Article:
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Patrick JamisonTeam: Men's Track & Field
Brenicke JohnsonTeam: Women's Track & Field
By Tammy E. Whaley
Dr. Jack Turner arrived in Spartanburg in 1974 to begin his career teaching ecology, microbiology, environmental science and plant psychology at USC Upstate (then USC Spartanburg). With a master’s in microbiology from South Dakota State University and a doctorate in ecology from the University of Oklahoma, Turner’s passion for nature captured the attention of his students and soon his love for the environment spread.
It didn’t take Turner long to venture beyond the college campus, where he sought to educate the community about environmental issues all the while working to conserve water. As he began exposing the Spartanburg community to conservation (long before “going green” became hip!), Turner recognized the need to engage the youngest of residents in environmental issues so as to build a life-long practice of conservation and protecting the environment.
“There was very little that I could see that was being taught about our effect on the environment,” said Turner. “There were pieces taught but not put together where a child could understand it.”
So, in 1999, with the help of private donors, water utilities and grants, Turner established the Watershed Ecology Center (WEC) at USC Upstate. He envisioned the Center filling the need for environmental education with scientific research on the watershed ecology of the region, community outreach, and educational programming for local schools.
The Watershed Education Program began its outreach program in August 2001. Organized to educate children in grades K-12 about the value of aquatic environments and the need to be caretakers of our water resources, the WEC programming lesson plans are grade-level specific, designed to meet South Carolina science standards, prepare students for the PACT, and are offered at no charge to the schools.
“The Watershed Ecology Center programs make complicated issues fun by being hands-on and when kids have fun, they remember,” said Turner. “We are teaching children to be good stewards of our resources and it is much easier to show children the right way to do things than to try and re-train them when they are adults.”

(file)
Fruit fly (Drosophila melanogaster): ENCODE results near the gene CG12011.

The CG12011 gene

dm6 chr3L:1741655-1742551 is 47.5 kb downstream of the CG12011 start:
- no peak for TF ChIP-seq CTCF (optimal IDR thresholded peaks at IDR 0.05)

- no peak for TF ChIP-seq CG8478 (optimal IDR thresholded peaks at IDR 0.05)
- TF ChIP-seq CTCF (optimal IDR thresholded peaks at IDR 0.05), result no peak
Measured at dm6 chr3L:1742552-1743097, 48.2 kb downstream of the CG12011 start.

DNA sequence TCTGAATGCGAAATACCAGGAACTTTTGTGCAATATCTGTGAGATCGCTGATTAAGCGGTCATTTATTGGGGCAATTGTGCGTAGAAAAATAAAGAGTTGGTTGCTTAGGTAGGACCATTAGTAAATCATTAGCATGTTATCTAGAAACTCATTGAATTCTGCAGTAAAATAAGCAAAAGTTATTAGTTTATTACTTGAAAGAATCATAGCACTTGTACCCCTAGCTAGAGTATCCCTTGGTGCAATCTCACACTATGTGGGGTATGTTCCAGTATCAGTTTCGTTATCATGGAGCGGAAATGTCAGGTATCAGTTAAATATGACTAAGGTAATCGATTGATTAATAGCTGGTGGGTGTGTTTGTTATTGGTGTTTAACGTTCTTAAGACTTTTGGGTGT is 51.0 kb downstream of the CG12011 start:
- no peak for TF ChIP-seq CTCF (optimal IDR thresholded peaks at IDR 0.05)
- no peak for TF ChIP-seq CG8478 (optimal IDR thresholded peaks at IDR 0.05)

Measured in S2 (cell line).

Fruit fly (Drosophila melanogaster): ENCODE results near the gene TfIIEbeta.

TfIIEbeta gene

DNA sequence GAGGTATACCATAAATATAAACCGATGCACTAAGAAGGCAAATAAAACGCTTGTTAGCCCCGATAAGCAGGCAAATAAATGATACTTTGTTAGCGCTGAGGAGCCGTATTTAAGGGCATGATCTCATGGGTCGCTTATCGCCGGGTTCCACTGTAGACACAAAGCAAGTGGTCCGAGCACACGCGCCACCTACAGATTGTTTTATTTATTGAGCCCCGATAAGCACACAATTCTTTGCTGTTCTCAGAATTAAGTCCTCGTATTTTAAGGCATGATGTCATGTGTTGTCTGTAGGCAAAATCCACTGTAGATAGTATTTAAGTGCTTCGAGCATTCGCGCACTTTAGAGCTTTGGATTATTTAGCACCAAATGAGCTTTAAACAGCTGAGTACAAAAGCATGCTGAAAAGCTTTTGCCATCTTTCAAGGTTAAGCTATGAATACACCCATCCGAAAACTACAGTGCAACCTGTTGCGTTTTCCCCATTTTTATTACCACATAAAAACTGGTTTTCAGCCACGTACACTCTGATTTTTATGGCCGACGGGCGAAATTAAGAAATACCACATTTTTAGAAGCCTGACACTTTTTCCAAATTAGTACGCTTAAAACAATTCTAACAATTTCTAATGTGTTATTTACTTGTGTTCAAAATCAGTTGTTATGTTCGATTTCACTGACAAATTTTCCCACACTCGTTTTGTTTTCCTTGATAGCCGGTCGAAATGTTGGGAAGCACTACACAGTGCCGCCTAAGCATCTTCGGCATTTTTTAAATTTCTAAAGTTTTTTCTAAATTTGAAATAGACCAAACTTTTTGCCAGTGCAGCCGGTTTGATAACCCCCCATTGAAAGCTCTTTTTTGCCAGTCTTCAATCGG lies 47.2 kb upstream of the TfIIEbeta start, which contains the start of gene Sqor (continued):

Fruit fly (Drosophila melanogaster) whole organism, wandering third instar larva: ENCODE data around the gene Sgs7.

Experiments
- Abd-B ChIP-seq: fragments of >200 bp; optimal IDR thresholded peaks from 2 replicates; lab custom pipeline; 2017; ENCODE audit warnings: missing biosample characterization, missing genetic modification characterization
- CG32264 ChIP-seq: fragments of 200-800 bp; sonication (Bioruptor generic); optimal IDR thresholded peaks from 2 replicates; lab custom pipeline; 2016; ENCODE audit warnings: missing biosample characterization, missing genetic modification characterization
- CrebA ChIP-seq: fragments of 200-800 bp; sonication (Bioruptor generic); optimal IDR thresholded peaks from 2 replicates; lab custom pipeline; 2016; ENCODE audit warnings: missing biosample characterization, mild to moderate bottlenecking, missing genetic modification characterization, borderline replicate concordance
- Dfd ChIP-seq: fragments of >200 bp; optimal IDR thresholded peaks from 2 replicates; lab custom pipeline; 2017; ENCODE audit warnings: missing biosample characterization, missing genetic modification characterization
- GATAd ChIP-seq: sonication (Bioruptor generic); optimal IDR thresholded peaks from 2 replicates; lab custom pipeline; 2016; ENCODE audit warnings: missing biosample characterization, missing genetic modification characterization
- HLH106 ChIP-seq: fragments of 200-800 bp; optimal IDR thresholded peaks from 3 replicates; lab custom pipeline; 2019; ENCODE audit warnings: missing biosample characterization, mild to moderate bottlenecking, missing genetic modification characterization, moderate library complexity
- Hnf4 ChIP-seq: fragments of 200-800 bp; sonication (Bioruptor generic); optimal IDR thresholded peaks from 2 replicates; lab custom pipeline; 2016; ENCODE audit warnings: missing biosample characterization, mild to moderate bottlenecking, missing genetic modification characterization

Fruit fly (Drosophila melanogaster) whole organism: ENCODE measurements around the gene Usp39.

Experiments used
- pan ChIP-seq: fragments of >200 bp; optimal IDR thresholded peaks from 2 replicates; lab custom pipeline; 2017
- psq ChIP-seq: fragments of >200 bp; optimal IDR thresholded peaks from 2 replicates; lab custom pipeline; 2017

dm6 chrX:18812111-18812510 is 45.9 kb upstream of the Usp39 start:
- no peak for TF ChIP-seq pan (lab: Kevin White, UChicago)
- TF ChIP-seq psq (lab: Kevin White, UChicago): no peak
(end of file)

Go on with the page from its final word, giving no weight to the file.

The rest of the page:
Turner capitalizes on the concern all children have for animals by teaching them conservation issues. “By relating all conservation issues back to an animal’s need for water, we capture the children’s attention and their desire for no creatures to be hurt. That increases their retention level of the material being taught and they become very interested as well,” said Turner.
“My third grade students get very excited when I tell them the Watershed Ecology Center is coming,” said Carolyn Hughes, a science teacher at Woodruff Elementary School. “The programs are relevant to the science standards. These high interest programs often include hands-on activities, visuals, models, games, artifacts, and both living and nonliving examples. The programs also give an awareness of the importance of water conservation and I would highly recommend them to other teachers.”
The WEC is making a definite impact in Spartanburg County ---more than 65,000 school children have participated in the program since 2001. Additionally, programming has extended into the summer to include a pontoon classroom on Lake Bowen and several science camps held on campus and at the Hatcher Garden.
“Spartanburg Water’s investment in the Watershed Ecology Center is seen as investment in our community’s future,” said Sue Schneider, general manager of the Spartanburg Water System. “Engaging young people with a “hands-on” experience of water and water’s essential role in life and the community will result in a long-term understanding of the value and importance of water. This helps us preserve and protect our water resources for Spartanburg’s future.”
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